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Debugging ARM Cortex-M0+ Hard Faults

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Debugging ARM Cortex-M0+ Hard Faults

If you're hittingg hard faults with your ARM Cortex-M0+, it could be a problem with unaligned flash blocks. Eliminate your variables and narrow your scope when debugging.

· IoT Zone
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To me, one of the most frustrating things working with ARM Cortex-M cores are the hard fault exceptions. I have lost several hours this week debugging and tracking an instance of a hard fault on an ARM Cortex-M0+ device.

For background, I’m porting a project (NXP Kinetis KW40Z160) to Eclipse and the GNU tool chain for ARM. The application seems to run fine after downloading it with the debugger, but it crashes with a hard fault if either I do a ‘restart’ with the debugger or if I do reset the microcontroller with a SYSRESETREQ (see How to Reset an ARM Cortex-M with Software).

Interestingly, it crashed during startup in the ANSI library, in the _init() function:

Next assembly step will cause a hard fault

The next assembly step will cause a hard fault

Pushing the registers in _init() will cause the hard fault exception:

triggered hard fault

Triggered hard fault

Interestingly, that same code with the same registers/stack/etc. works fine the first time, but it breaks down later, after the application is running.

The step was to check the usual suspects:

  • Checking the output of the hard fault handler? It didn't show anything usable.
  • Stack pointer not aligned? No, that’s fine, and it works with the same values the first time.
  • ARM/Thumb mode? Nope, all in Thumb mode.
  • Stack readable/writable? Yes, and no special protection or other kinds of things were used.
  • Interrupt priorities? Nope, it happens with interrupts disabled.
  • Is it a problem with the debugger? Nope, tried both Segger and P&E, same for both, and it happens with and without a debugger attached or used.

Well, that’s the point where I ran out of ideas. What remains is the desperate attempt to ask colleagues, which returned a similar list of points as above. So no progress.

Internet Help?

Next: search the Internet. Lots of other people have issues with hard faults, too. At least this revealed an interesting article about imprecise hard faults. Not only was it very interesting reading, but it helped me start digging deeper. Unfortunately, it only applies to Cortex-M3/M4 and not to the M0+. Anyway, I have added an option to the hard fault handler so I can deal with this better in other projects:

Hard Fault Handler with option to disable write buffer

Hard Fault Handler with the option to disable the write buffer

I still had no clue. What I ended up trying was to do a ‘binary’ search: disabling portions of the application to find out if there is something causing the problem. Yes, it's time-consuming, but that was my only option. So I turned on/off parts of the application to find out what part of the application was causing the problem.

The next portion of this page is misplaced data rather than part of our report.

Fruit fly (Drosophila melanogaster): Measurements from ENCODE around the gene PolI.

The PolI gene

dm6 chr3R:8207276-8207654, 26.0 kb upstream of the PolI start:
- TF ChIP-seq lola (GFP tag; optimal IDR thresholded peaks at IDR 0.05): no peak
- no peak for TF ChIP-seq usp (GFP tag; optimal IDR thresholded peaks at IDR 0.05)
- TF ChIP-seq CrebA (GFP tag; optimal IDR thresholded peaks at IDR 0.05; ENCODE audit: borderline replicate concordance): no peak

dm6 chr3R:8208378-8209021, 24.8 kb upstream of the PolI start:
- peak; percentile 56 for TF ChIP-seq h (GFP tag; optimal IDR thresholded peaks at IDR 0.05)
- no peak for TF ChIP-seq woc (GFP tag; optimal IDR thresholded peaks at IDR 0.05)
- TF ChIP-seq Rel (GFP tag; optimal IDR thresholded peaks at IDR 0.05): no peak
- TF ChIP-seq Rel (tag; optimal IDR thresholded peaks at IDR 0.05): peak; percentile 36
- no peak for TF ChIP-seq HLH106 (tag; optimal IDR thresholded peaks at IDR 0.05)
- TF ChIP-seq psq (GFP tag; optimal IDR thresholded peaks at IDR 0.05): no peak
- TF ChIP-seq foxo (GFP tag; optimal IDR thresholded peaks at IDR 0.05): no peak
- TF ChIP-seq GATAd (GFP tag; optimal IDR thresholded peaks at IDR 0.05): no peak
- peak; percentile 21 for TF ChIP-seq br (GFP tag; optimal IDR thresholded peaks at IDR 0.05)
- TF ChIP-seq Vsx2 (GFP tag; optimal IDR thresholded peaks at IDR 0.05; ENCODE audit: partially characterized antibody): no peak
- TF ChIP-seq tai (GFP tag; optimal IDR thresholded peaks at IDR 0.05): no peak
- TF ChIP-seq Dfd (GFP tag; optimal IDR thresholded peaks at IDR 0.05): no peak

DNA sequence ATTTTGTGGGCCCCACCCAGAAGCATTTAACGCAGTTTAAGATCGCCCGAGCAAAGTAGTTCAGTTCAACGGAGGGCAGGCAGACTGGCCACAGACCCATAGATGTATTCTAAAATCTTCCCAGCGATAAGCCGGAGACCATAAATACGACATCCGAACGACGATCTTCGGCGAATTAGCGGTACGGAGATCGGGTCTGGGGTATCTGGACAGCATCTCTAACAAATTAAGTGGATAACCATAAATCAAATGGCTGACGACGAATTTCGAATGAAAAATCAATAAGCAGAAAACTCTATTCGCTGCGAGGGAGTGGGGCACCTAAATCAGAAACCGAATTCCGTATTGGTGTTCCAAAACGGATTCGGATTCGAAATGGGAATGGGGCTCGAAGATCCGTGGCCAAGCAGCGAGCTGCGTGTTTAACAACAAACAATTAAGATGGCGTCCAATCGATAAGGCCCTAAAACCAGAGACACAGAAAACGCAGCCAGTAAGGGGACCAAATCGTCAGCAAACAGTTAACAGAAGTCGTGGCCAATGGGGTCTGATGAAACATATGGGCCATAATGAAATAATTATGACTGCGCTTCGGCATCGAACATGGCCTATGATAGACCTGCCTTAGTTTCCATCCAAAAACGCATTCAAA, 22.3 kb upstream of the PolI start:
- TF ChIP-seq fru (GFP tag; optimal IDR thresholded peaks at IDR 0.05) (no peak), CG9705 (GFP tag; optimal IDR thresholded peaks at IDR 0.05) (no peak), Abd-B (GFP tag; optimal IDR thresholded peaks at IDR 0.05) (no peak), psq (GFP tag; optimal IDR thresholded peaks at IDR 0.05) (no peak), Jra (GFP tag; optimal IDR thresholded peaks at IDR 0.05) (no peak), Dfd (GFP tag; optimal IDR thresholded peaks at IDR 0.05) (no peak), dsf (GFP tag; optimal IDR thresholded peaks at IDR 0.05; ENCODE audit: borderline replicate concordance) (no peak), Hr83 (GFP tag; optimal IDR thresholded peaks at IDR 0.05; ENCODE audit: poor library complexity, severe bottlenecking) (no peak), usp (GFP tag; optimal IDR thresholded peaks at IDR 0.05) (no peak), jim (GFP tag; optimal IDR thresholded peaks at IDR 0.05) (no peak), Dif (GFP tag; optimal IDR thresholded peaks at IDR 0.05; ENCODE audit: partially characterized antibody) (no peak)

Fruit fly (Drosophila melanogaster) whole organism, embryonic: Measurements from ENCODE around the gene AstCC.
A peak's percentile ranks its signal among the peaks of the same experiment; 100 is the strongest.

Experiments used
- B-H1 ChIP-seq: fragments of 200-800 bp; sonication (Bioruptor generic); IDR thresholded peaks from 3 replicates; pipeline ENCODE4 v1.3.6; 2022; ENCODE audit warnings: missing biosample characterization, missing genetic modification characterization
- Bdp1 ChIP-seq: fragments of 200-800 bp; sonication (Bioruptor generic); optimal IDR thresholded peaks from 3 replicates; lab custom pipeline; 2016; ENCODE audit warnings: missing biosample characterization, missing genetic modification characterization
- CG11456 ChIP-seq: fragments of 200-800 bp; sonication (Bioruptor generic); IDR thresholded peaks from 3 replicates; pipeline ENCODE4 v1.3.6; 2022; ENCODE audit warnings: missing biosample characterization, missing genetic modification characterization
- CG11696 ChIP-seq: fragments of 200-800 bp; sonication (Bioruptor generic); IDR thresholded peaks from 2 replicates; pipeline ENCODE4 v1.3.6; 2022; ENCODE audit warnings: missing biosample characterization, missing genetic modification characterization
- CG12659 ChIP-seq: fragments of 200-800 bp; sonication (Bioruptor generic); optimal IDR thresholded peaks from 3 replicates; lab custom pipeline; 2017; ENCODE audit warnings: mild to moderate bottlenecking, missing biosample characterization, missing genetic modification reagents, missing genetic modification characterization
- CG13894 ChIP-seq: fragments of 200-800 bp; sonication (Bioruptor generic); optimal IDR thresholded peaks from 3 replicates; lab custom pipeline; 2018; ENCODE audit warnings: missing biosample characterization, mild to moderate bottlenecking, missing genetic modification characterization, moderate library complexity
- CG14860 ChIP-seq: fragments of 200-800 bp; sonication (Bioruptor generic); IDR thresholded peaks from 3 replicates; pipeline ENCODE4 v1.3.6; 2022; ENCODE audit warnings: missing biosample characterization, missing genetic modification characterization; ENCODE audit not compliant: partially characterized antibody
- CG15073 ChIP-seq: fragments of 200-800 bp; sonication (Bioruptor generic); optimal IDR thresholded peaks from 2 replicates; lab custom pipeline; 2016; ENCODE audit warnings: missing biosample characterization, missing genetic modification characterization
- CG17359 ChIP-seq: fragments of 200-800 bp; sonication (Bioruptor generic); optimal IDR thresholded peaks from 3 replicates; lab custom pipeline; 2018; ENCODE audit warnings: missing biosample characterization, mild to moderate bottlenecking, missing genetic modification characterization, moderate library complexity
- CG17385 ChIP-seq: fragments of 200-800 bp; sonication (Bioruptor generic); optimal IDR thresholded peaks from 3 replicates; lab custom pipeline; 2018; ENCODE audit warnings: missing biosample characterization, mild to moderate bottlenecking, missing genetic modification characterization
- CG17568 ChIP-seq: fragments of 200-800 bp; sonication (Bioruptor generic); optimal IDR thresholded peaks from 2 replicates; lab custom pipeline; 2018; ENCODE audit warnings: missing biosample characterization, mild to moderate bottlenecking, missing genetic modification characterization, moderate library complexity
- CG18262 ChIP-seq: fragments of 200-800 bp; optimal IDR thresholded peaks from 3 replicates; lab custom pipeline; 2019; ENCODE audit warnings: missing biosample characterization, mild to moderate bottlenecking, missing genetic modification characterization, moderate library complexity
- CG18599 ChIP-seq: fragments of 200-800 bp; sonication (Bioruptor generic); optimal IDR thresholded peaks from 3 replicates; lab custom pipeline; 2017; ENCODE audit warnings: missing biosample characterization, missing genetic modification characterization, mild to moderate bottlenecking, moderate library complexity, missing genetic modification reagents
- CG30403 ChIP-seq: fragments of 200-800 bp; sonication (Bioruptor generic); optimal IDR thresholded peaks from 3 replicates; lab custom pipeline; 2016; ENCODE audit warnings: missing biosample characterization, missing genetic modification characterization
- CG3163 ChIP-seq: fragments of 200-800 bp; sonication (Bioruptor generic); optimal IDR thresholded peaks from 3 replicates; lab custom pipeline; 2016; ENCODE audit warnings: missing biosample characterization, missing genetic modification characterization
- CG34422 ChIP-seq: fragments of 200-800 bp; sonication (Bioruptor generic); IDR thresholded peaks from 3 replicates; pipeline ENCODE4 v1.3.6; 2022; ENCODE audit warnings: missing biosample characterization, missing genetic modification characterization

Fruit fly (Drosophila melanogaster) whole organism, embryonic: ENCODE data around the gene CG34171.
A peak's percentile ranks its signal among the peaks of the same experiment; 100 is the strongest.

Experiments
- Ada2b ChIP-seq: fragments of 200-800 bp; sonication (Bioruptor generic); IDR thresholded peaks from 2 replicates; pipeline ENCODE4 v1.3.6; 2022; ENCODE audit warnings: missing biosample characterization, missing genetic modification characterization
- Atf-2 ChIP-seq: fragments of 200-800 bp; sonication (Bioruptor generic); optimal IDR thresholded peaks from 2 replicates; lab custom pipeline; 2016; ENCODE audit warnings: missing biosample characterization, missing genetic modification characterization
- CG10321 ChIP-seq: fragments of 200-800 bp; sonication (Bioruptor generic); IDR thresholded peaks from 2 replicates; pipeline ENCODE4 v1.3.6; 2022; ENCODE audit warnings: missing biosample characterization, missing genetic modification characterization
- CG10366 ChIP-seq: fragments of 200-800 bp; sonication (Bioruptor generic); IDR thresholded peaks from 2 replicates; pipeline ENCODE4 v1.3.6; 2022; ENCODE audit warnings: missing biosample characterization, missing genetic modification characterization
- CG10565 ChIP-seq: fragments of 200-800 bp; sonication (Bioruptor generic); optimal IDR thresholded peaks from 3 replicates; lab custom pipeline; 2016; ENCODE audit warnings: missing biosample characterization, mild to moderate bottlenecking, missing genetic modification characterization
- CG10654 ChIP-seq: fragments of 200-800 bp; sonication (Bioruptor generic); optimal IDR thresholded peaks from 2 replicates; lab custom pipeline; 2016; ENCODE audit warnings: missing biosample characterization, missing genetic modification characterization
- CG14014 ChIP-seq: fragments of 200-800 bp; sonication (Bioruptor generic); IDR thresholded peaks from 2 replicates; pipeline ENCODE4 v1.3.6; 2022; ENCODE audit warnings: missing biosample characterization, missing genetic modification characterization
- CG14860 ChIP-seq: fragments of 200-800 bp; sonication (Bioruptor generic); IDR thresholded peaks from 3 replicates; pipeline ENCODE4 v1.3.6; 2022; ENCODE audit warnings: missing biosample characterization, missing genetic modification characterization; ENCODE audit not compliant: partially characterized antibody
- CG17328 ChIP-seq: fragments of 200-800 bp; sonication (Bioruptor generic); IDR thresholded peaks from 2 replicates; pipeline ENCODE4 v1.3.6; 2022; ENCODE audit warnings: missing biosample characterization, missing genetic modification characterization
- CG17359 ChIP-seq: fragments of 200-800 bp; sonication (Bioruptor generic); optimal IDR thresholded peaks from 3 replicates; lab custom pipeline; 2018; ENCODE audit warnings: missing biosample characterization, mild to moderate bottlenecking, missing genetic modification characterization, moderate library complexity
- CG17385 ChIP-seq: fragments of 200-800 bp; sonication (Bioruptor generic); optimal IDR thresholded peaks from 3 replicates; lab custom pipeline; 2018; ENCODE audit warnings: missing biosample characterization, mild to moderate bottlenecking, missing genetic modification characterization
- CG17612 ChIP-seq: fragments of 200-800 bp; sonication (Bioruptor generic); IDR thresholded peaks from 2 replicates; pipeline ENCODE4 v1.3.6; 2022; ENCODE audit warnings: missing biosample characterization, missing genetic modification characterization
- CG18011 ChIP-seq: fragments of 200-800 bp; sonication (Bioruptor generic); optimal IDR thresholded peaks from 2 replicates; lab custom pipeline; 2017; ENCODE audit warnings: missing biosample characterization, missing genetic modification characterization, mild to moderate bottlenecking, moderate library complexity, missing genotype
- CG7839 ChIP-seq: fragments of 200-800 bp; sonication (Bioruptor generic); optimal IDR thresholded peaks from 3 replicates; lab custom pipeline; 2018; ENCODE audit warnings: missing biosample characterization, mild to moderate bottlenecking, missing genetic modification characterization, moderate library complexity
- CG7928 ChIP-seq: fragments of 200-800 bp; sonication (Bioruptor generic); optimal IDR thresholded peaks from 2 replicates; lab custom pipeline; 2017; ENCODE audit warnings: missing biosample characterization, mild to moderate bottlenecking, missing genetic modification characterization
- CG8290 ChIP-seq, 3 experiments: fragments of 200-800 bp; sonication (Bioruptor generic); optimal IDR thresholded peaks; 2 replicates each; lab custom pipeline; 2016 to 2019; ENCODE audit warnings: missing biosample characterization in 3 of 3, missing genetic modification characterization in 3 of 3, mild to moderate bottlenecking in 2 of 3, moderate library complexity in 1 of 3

And indeed, after hours of searching, I narrowed it down to the flash programming: The application is storing data internally by reprogramming a 1 KByte flash page, and for this, it erases a 1K block in flash. In the linker file, it was allocated like this:

  .nvm :
  {
    . = ALIGN(8);
    NV_STORAGE_START_ADDRESS = .;
    . += 1024;
    NV_STORAGE_END_ADDRESS = .;
  } > m_text


At first, erasing it seemed to work fine, but then the microcontroller would crash after a restart.

Looking closer at the linker file, I finally spotted the problem: It should have been aligned to the 1k Flash block size:

  .nvm :
  {
    . = ALIGN(1024); /* must be 1k aligned! */
    NV_STORAGE_START_ADDRESS = .;
    . += 1024;
    NV_STORAGE_END_ADDRESS = .;
  } > m_text


With this change, the problem went away

Summary

Dealing with hard faults on ARM is not easy. This particular one was caused by erasing a flash memory block that was not aligned. It seems to me that somehow the internals of the processor got screwed up when that happened. The challenge was that it then crashed in a way not very closely related to the cause of the problem. These kinds of problems are not easy to find and solve.

What usually works best, and what worked in this case, is trying to reduce the problem: Have a ‘working’ code and have a ‘failing’ version. Try to eliminate all variables (board, debugger, power supply, host machine) and then reduce the problem to narrow it down as much as possible.  In any case, I hope this post can help others. And yes, some luck helps accelerate that process.

Happy debugging!

Links

Topics:
arm cortex-m ,debugging ,iot ,hard fault

Published at DZone with permission of Erich Styger, DZone MVB. See the original article here.

Opinions expressed by DZone contributors are their own.

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